The object of a totalitarian state is to keep its citizens locked within the parameters of official propaganda and permanently isolated. Propaganda and isolation make it difficult for an individual to express or carry out dissent. Official opinions, little more than digestible slogans and clichés, are crafted and disseminated by public relations specialists on behalf of the power elite. They are repeated endlessly over the airwaves until the public unconsciously ingests them. And the isolated public in a totalitarian society is unable to connect its personal experience of despair, anxiety, fear, frustration and economic insecurity to the structures that create these conditions. The isolated citizen is left feeling that his or her personal misfortune is an exception. The portrayal of society by systems of state propaganda—content, respectful of authority, just, economically secure and free—is mistaken for reality.

Totalitarian propaganda, accompanied by isolation, or what Arendt called “atomization,” makes it possible for a population not to “believe in anything visible, in the reality of their own experience; they do not trust their eyes and ears but only their imaginations, which may be caught by anything that is at once universal and consistent in itself.” This propaganda, Arendt went on, “gave the masses of atomized, undefinable, unstable and futile individuals a means of self-definition and identification.”Corporate propaganda saturates the public, especially a generation wedded to new technology, with these lies. Its power, however, comes from the meticulous study of the moods, prejudices, whims and desires of the public, to manipulate the masses in their own language and emotions. Konrad Heiden made this point when he examined fascist propaganda in Nazi Germany, noting that propaganda must detect the murmur of the public “and translate it into intelligible utterance and convincing action.”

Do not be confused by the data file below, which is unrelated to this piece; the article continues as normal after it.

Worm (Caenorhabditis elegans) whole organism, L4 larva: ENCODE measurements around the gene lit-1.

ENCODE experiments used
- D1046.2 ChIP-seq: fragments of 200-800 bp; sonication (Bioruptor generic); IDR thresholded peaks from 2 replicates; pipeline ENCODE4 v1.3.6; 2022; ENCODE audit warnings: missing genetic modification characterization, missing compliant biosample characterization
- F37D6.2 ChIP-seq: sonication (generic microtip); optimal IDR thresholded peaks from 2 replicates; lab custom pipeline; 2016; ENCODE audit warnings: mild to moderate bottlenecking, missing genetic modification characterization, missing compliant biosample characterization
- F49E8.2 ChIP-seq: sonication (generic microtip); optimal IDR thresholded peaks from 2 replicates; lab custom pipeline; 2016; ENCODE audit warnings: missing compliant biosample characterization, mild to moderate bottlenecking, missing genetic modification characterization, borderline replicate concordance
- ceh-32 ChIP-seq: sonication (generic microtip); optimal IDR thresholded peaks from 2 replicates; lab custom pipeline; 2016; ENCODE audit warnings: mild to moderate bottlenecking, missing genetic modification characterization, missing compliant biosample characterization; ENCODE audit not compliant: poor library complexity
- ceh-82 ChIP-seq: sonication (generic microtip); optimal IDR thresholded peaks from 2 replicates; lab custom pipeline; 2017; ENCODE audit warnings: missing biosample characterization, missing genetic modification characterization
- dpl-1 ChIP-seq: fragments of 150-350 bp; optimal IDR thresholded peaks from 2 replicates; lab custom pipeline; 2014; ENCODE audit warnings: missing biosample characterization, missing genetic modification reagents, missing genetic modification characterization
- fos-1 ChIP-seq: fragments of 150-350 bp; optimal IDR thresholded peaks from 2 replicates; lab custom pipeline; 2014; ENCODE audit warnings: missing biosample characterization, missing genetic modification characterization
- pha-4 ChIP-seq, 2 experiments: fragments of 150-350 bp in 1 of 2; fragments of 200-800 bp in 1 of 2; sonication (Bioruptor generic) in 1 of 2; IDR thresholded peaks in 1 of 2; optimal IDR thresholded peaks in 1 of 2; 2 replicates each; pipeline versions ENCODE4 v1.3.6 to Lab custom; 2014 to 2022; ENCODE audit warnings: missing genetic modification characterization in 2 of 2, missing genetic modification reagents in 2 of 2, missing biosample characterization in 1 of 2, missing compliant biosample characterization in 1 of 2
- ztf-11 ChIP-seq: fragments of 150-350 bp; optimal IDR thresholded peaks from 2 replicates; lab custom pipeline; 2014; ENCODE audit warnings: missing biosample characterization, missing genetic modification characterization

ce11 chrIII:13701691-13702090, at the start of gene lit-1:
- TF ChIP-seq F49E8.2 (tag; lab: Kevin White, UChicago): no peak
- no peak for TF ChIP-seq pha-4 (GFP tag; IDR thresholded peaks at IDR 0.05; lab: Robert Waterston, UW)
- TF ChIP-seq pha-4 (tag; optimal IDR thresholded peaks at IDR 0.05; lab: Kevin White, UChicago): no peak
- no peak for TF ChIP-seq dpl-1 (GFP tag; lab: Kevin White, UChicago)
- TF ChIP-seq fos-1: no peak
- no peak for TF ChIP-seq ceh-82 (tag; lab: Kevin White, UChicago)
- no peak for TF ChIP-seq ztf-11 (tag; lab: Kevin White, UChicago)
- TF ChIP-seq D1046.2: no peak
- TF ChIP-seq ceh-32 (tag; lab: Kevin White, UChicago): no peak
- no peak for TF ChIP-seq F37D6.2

“The true aim of political propaganda is not to influence, but to study, the masses,” Heiden wrote. “The speaker is in constant communication with the masses; he hears an echo, and senses the inner vibration.” Heiden, forced to flee Nazi Germany, went on: “When a resonance issues from the depths of the substance, the masses have given him the pitch; he knows in what terms he must finally address them. Rather than a means of directing the mass mind, propaganda is a technique for riding with the masses. It is not a machine to make wind but a sail to catch the wind.”

Dissent will only be possible when we break the dark spell of corporate propaganda and the isolation that accompanies it. We must free ourselves from corporate tyranny, which means refusing to invest our emotional and intellectual energy in electronic images. We must build what the Russian anarchist Peter Kropotkin called “voluntary associations for study and teaching, for industry, commerce, science, art, literature, exploitation, resistance to exploitation, amusement, serious work, gratification and self-denial.”

Good luck fellow consciousness seekers!